This post was authored by the Microsoft Mechanics team.
On the latest Microsoft Mechanics we take a look at software defined storage using new capabilities in Windows Server 2016. Elden Christensen from the Windows Server storage team joins Matt McSpirit to expose what’s behind the black box of a typical Storage Area Network (SAN) and how you can easily and inexpensively build out your own highly available and scalable storage solutions using Windows Server 2016 and Storage Spaces Direct with commodity hardware and hard drives.
Storage Spaces Direct integrates with the Windows Server software defined storage stack, including Scale-Out File Server, Clustered Shared Volume File System (CSVFS), Storage Spaces and Failover Clustering.
Deployment Configuration Options for Storage Spaces Direct
There are two primary configuration options for Storage Spaces Direct and Elden describes both on the show: converged and hyper-converged. Both options provide storage for Hyper-V workloads.
The converged deployment option has the Hyper-V servers in a separate cluster from the Storage Spaces Direct servers. Virtual machines are configured to store their files on the Scale-Out File Server which is accessed through the network using SMB3 for local-like performance. This allows you to scale Hyper-V clusters (compute) and Scale Out File Server cluster (storage) independently.
The hyper-converged deployment option has the Hyper-V workload (compute) and Storage Spaces Direct (storage) components on the same cluster. Virtual machine files are stored and run on the local clustered shared volume without the need to configure a Scale-out File Sever.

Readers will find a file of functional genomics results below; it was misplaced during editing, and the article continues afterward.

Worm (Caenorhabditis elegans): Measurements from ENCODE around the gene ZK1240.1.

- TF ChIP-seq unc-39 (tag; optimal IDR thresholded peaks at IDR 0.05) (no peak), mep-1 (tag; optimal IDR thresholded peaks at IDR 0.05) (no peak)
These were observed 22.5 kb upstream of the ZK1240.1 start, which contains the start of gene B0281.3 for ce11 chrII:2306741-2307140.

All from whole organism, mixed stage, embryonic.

When deciding which option works best for your situation, remember hyper-converged has less complexity because of the unified compute and storage, while converged provides more flexibility to scale storage and compute independent of one another. Large scale infrastructures will typically use converged to allow for the independent scaling, whereas smaller systems can benefit from the simplicity of hyper-converged.
Elden and Matt explain deployment configuration options and even go under the hood of Storage Space Direct to describe how it works to optimize performance and resiliency using caching, mirroring and erasure coding.
Storage Replica is a new capability in Windows Server 2016 that you can use to protect your data against catastrophic losses. Storage Replica synchronously copies your data across distances from rack-scale to geographic scale. With Storage Replica you can switch workloads among locations as a proactive action or in response to catastrophes — without risking data loss. You can stretch or replicate clusters, so that workloads can be run in multiple datacenters for quicker data access by local users and applications, as well as better distribute load and usage of compute resources.
You can try out Storage Replica or Storage Spaces Direct in either converged or hyper-converged configurations today using the Windows Server 2016 Technical Preview and share your testing benchmarks with the community. Go to aka.ms/GetWindowsServer2016 and keep watching Microsoft Mechanics for the latest tech updates.